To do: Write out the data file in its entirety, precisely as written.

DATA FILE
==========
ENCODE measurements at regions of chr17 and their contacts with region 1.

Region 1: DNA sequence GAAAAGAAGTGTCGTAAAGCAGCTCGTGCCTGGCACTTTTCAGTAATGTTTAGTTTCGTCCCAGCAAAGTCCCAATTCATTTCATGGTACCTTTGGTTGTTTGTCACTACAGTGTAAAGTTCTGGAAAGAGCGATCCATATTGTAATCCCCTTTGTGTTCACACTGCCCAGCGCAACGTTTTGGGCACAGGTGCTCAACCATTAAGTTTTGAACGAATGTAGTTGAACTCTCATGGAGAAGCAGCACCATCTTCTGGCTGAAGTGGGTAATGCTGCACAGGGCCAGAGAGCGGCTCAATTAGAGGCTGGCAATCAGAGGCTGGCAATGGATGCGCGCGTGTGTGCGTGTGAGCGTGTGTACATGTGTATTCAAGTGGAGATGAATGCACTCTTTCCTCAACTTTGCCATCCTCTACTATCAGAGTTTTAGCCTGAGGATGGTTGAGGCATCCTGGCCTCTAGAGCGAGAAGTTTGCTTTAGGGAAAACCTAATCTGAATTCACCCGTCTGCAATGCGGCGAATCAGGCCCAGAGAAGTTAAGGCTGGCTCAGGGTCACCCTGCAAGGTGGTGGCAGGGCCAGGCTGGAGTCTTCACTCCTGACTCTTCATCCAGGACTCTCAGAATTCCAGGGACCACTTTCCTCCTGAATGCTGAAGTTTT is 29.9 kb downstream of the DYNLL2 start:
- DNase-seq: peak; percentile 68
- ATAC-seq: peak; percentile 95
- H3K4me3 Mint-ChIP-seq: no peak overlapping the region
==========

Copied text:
ENCODE measurements at regions of chr17 and their contacts with region 1.

Region 1: DNA sequence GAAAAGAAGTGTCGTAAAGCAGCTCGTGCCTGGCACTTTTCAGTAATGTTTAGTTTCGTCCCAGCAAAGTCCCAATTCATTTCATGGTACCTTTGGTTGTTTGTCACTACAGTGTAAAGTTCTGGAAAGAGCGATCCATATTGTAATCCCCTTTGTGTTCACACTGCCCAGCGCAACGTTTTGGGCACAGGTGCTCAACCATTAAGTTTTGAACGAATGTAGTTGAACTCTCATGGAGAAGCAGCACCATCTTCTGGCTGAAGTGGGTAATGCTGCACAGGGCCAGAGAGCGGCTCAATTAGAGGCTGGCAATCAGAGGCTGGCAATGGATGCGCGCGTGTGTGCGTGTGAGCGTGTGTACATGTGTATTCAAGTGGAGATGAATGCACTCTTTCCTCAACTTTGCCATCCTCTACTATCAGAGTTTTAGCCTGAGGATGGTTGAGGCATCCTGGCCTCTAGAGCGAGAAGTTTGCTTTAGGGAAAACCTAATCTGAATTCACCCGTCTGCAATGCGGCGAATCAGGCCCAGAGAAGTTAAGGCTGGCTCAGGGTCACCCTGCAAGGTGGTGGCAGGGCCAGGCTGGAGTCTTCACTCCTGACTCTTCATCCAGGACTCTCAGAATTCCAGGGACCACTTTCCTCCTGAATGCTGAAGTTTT is 29.9 kb downstream of the DYNLL2 start:
- DNase-seq: peak; percentile 68
- ATAC-seq: peak; percentile 95
- H3K4me3 Mint-ChIP-seq: no peak overlapping the region